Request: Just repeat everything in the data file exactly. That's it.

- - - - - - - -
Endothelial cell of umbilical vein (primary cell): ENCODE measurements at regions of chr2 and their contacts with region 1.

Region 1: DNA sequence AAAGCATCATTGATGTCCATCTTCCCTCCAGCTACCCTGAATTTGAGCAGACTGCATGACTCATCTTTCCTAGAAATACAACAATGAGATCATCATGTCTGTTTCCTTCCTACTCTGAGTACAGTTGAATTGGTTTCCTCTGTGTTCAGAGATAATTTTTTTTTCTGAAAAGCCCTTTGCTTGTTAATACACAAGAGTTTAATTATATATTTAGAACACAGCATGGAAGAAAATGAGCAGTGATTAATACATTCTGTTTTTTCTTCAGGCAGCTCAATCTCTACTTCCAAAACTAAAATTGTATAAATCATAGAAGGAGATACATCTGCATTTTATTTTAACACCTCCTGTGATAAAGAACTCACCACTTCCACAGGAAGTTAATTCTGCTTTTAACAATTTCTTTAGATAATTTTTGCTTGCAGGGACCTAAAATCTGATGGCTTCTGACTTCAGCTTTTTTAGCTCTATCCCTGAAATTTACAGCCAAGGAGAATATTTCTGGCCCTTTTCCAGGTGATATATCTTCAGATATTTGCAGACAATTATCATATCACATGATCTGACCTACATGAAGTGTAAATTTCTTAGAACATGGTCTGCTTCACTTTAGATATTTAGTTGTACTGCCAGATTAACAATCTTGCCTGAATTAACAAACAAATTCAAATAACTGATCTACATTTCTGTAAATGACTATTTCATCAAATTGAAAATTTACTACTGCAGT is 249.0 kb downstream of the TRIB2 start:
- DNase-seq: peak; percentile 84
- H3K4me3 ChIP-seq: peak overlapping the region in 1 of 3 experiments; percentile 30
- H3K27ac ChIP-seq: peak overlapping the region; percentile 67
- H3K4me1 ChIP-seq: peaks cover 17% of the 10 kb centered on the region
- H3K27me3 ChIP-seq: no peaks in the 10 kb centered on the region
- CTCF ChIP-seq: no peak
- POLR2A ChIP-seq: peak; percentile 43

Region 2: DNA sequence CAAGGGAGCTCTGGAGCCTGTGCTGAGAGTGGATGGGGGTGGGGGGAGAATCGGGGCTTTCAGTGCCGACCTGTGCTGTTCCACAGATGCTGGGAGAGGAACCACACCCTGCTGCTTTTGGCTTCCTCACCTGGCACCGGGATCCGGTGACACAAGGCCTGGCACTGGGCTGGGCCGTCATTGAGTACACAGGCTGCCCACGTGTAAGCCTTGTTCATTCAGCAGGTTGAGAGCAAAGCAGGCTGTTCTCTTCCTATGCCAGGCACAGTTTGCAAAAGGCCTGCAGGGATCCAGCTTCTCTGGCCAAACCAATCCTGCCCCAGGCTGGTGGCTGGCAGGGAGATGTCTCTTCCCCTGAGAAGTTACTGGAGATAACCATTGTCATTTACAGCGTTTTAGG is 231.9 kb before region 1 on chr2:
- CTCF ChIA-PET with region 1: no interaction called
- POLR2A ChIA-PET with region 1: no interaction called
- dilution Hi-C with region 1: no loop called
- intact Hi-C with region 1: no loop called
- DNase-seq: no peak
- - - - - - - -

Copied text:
Endothelial cell of umbilical vein (primary cell): ENCODE measurements at regions of chr2 and their contacts with region 1.

Region 1: DNA sequence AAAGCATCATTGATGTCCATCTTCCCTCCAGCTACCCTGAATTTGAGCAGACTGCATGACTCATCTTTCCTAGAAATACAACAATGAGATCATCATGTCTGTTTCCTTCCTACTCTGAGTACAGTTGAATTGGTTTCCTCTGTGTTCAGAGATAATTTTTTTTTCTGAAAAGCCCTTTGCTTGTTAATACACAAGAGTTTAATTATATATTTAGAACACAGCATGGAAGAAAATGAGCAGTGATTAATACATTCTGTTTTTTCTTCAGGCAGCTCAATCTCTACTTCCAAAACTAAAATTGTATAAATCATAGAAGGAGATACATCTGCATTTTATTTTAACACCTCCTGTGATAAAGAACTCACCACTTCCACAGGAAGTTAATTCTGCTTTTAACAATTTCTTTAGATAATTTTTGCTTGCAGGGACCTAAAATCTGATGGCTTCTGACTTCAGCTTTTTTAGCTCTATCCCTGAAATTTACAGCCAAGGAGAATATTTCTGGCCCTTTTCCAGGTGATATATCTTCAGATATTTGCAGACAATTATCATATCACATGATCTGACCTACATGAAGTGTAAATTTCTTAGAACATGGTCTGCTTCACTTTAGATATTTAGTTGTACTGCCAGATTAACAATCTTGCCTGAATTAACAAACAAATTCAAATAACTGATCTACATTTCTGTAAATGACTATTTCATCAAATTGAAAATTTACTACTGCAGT is 249.0 kb downstream of the TRIB2 start:
- DNase-seq: peak; percentile 84
- H3K4me3 ChIP-seq: peak overlapping the region in 1 of 3 experiments; percentile 30
- H3K27ac ChIP-seq: peak overlapping the region; percentile 67
- H3K4me1 ChIP-seq: peaks cover 17% of the 10 kb centered on the region
- H3K27me3 ChIP-seq: no peaks in the 10 kb centered on the region
- CTCF ChIP-seq: no peak
- POLR2A ChIP-seq: peak; percentile 43

Region 2: DNA sequence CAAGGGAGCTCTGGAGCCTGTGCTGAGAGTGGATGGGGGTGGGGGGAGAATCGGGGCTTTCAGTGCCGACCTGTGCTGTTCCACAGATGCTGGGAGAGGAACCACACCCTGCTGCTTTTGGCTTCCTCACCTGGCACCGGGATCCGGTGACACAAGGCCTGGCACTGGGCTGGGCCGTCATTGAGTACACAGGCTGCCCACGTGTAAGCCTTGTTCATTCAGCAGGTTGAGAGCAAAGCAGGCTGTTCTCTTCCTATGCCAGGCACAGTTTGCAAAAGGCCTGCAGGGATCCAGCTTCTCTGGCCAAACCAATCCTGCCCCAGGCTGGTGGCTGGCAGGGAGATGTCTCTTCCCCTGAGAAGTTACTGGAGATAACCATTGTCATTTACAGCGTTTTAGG is 231.9 kb before region 1 on chr2:
- CTCF ChIA-PET with region 1: no interaction called
- POLR2A ChIA-PET with region 1: no interaction called
- dilution Hi-C with region 1: no loop called
- intact Hi-C with region 1: no loop called
- DNase-seq: no peak